Breastfeeding at 2 Months2 month old Sasha at my breast, swaddled

Fast forward another 7 years (after weaning) and I had yet another daughter. Sasha is now 1½ years old and our nursing relationship is still going very strong! I intend to nurse her until she is done, despite the occasional odd looks I used to get from coworkers when the topic would come up in discussion. My only concern is nursing through a pregnancy because I'm hoping we'll have 1 more child (before I turn 40). I know some have had milk issues during pregnancy, but some have not. I worry about it sometimes.

Sasha NursingStill going strong at 16 months!
Nursing in Bed

Doing the math, I have a total of 5½ years of breastfeeding experience so far. I chose not to vaccinate my younger daughters, so I really appreciate the immunity benefits of extended breastfeeding. I absolutely appreciate that when my daughter is upset or has a booboo, nursing for even a few seconds helps her to calm down and feel better. I cherish the bond that we share through our nursing relationship.

One more breastfeeding bonus? The longer I breastfeed, the more it lowers my risk of breast cancer! My mother and grand mother both had breast cancer scares, though thankfully no actual cancer so far.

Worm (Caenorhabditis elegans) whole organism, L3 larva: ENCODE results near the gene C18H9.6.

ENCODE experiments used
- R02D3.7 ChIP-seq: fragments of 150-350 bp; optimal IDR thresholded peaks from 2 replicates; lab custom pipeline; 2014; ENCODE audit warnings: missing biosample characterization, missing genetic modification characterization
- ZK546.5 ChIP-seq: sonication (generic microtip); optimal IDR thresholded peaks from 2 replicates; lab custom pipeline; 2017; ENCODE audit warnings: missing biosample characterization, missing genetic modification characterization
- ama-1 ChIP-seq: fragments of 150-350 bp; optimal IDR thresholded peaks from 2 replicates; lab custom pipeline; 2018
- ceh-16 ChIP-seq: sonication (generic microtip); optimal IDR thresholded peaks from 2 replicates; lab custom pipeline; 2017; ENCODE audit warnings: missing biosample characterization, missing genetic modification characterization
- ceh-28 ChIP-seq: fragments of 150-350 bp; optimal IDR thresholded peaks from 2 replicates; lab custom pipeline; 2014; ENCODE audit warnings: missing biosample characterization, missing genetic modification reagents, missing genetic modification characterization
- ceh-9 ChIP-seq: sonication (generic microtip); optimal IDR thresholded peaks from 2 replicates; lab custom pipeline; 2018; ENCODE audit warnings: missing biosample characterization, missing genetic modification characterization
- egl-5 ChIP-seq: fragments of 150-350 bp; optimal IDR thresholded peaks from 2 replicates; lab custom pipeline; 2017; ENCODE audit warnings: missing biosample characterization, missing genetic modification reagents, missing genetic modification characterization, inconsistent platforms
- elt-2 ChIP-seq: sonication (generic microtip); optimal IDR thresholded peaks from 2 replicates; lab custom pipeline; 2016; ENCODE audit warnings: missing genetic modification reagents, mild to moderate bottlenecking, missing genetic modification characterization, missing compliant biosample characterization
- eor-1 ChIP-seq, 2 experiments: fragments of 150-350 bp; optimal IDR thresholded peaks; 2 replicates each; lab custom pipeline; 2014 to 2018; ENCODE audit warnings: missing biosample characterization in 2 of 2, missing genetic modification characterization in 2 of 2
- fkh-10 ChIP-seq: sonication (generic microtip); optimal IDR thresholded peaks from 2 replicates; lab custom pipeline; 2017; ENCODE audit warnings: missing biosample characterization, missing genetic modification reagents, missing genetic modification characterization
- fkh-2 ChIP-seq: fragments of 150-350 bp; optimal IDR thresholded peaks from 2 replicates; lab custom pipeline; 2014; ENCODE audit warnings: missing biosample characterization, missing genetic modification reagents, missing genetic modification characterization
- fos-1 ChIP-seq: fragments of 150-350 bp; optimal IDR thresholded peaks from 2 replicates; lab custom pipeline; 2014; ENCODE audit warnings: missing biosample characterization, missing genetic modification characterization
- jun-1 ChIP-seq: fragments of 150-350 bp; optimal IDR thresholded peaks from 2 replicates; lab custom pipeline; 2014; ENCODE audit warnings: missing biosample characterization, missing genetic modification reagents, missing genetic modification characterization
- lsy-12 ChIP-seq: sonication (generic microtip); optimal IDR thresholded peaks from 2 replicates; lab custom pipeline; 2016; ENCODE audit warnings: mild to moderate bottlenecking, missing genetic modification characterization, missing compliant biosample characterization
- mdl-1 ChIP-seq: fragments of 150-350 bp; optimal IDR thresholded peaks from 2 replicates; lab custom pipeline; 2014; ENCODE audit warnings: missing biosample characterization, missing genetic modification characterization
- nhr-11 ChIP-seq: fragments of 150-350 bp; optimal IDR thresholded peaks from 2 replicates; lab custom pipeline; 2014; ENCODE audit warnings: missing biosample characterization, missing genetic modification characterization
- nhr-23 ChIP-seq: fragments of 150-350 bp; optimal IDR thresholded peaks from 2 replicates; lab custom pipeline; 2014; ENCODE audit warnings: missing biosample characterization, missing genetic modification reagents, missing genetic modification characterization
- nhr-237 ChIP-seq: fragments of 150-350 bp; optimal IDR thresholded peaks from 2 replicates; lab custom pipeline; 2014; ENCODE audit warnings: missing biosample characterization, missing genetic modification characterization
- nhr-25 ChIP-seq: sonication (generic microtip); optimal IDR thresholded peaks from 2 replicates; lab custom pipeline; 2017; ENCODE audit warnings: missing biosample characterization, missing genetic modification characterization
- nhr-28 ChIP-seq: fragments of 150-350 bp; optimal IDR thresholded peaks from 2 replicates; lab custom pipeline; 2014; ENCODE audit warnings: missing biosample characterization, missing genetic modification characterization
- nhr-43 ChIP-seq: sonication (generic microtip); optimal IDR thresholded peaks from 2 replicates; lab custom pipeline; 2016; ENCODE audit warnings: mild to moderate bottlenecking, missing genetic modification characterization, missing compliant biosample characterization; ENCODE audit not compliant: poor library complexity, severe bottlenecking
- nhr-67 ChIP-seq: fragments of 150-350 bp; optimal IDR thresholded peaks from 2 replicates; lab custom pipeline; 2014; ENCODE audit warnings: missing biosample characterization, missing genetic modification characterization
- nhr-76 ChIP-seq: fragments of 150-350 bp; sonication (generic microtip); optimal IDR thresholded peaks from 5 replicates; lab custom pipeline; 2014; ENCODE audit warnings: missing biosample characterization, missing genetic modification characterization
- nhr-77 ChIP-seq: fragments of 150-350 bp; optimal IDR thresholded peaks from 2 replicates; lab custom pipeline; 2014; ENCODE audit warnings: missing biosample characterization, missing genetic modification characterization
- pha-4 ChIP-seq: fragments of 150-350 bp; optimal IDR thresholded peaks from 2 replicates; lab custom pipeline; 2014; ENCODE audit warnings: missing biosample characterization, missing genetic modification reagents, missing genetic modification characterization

I have fond memories of drifting off into naps with Tyler when she was still an infant. I am amused when I think of their different reactions to being un-latched. With Tyler, I had to slowly sneak away from her. With Sasha, it is all about timing. Sasha definitely uses my nipple as a pacifier, though I don't recall Tyler doing that.

The thought of weaning makes me a little sad, in that bittersweet way that we want our children to stay tiny forever. One day I hope to support my daughters along their own breastfeeding journeys!

Have you nursed a child beyond infancy? What benefits did you and/or your child gain from extended breastfeeding? What obstacles did you face?


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Visit The Motherwear Breastfeeding Blog and Blacktating to find out how you can participate in the next Carnival of Breastfeeding!
Please take time to read the submissions by the other carnival participants: